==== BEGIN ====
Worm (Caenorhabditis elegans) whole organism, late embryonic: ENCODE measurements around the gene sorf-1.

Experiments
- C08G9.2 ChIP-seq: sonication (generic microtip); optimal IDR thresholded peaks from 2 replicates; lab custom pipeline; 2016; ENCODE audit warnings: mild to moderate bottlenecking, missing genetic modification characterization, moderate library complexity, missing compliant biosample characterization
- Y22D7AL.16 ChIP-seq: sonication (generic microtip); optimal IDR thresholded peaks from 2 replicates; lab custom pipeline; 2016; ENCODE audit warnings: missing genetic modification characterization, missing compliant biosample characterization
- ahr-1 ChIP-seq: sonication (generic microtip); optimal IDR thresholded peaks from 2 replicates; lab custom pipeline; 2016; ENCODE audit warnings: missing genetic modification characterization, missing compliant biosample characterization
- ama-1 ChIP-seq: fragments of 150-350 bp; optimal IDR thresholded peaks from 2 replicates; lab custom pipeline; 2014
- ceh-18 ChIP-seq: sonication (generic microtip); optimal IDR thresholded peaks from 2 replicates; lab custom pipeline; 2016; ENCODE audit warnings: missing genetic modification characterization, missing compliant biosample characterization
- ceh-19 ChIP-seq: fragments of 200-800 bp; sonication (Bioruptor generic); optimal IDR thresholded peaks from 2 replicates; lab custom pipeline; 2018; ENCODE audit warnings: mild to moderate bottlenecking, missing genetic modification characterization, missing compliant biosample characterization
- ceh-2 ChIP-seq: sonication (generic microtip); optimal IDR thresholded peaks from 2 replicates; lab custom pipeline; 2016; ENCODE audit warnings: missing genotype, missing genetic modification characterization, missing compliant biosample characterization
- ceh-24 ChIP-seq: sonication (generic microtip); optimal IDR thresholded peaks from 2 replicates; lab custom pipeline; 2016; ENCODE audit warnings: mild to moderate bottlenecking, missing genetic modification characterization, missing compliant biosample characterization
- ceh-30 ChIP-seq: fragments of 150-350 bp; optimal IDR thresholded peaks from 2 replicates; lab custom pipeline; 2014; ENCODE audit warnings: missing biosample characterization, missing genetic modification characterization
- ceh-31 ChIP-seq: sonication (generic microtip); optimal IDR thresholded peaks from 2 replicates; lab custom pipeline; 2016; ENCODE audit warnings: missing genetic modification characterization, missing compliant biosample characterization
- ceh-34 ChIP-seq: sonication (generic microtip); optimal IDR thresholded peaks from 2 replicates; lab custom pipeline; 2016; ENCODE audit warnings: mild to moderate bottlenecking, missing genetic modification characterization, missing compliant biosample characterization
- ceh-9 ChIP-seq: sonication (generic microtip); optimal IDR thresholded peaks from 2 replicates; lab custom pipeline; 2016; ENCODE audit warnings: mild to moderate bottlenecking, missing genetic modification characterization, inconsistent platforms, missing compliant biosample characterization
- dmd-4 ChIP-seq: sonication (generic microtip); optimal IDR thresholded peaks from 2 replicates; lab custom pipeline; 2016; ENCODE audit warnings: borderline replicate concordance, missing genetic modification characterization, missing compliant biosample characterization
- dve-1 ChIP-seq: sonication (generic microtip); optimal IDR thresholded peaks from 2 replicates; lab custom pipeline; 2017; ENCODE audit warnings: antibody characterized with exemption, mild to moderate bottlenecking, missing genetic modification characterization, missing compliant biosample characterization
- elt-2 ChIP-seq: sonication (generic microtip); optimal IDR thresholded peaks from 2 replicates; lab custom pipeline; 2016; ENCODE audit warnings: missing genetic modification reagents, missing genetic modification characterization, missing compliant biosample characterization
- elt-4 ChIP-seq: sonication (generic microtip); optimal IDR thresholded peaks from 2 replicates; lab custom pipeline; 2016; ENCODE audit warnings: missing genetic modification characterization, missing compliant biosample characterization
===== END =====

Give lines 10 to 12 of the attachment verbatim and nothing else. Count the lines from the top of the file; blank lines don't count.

- ceh-24 ChIP-seq: sonication (generic microtip); optimal IDR thresholded peaks from 2 replicates; lab custom pipeline; 2016; ENCODE audit warnings: mild to moderate bottlenecking, missing genetic modification characterization, missing compliant biosample characterization
- ceh-30 ChIP-seq: fragments of 150-350 bp; optimal IDR thresholded peaks from 2 replicates; lab custom pipeline; 2014; ENCODE audit warnings: missing biosample characterization, missing genetic modification characterization
- ceh-31 ChIP-seq: sonication (generic microtip); optimal IDR thresholded peaks from 2 replicates; lab custom pipeline; 2016; ENCODE audit warnings: missing genetic modification characterization, missing compliant biosample characterization